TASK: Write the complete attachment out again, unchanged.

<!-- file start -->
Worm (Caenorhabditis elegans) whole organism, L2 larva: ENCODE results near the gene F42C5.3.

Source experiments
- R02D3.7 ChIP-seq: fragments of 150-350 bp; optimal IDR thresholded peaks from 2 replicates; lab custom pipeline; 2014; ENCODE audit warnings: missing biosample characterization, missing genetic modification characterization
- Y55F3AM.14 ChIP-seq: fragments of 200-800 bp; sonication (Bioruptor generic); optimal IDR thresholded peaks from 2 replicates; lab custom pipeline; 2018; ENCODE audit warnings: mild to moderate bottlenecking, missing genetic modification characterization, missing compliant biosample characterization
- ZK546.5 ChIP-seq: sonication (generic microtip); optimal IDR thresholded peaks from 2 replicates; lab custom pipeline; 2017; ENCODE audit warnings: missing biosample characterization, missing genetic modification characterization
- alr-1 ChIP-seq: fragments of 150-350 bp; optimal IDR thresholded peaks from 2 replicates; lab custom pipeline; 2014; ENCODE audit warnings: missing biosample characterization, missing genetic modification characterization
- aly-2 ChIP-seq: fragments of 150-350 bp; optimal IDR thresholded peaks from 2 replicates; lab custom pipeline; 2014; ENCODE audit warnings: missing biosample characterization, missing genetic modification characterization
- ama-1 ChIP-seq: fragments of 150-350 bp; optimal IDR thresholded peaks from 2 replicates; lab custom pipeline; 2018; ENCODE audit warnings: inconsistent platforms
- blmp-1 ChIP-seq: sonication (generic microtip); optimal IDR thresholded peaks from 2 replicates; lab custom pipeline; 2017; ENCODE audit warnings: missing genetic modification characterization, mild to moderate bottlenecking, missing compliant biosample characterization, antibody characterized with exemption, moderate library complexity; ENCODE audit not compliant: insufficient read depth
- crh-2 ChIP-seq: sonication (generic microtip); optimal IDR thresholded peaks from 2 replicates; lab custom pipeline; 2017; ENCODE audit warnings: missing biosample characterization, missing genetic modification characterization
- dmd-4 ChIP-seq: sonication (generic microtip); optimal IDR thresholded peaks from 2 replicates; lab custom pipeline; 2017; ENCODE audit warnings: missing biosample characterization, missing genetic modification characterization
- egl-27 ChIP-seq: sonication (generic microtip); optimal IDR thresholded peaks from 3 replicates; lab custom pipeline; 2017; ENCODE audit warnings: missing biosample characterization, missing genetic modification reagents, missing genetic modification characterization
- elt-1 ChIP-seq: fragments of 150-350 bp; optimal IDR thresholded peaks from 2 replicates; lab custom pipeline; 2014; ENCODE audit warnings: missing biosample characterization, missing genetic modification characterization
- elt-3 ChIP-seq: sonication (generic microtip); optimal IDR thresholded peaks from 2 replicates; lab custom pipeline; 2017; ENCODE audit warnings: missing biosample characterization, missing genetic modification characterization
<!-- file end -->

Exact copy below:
Worm (Caenorhabditis elegans) whole organism, L2 larva: ENCODE results near the gene F42C5.3.

Source experiments
- R02D3.7 ChIP-seq: fragments of 150-350 bp; optimal IDR thresholded peaks from 2 replicates; lab custom pipeline; 2014; ENCODE audit warnings: missing biosample characterization, missing genetic modification characterization
- Y55F3AM.14 ChIP-seq: fragments of 200-800 bp; sonication (Bioruptor generic); optimal IDR thresholded peaks from 2 replicates; lab custom pipeline; 2018; ENCODE audit warnings: mild to moderate bottlenecking, missing genetic modification characterization, missing compliant biosample characterization
- ZK546.5 ChIP-seq: sonication (generic microtip); optimal IDR thresholded peaks from 2 replicates; lab custom pipeline; 2017; ENCODE audit warnings: missing biosample characterization, missing genetic modification characterization
- alr-1 ChIP-seq: fragments of 150-350 bp; optimal IDR thresholded peaks from 2 replicates; lab custom pipeline; 2014; ENCODE audit warnings: missing biosample characterization, missing genetic modification characterization
- aly-2 ChIP-seq: fragments of 150-350 bp; optimal IDR thresholded peaks from 2 replicates; lab custom pipeline; 2014; ENCODE audit warnings: missing biosample characterization, missing genetic modification characterization
- ama-1 ChIP-seq: fragments of 150-350 bp; optimal IDR thresholded peaks from 2 replicates; lab custom pipeline; 2018; ENCODE audit warnings: inconsistent platforms
- blmp-1 ChIP-seq: sonication (generic microtip); optimal IDR thresholded peaks from 2 replicates; lab custom pipeline; 2017; ENCODE audit warnings: missing genetic modification characterization, mild to moderate bottlenecking, missing compliant biosample characterization, antibody characterized with exemption, moderate library complexity; ENCODE audit not compliant: insufficient read depth
- crh-2 ChIP-seq: sonication (generic microtip); optimal IDR thresholded peaks from 2 replicates; lab custom pipeline; 2017; ENCODE audit warnings: missing biosample characterization, missing genetic modification characterization
- dmd-4 ChIP-seq: sonication (generic microtip); optimal IDR thresholded peaks from 2 replicates; lab custom pipeline; 2017; ENCODE audit warnings: missing biosample characterization, missing genetic modification characterization
- egl-27 ChIP-seq: sonication (generic microtip); optimal IDR thresholded peaks from 3 replicates; lab custom pipeline; 2017; ENCODE audit warnings: missing biosample characterization, missing genetic modification reagents, missing genetic modification characterization
- elt-1 ChIP-seq: fragments of 150-350 bp; optimal IDR thresholded peaks from 2 replicates; lab custom pipeline; 2014; ENCODE audit warnings: missing biosample characterization, missing genetic modification characterization
- elt-3 ChIP-seq: sonication (generic microtip); optimal IDR thresholded peaks from 2 replicates; lab custom pipeline; 2017; ENCODE audit warnings: missing biosample characterization, missing genetic modification characterization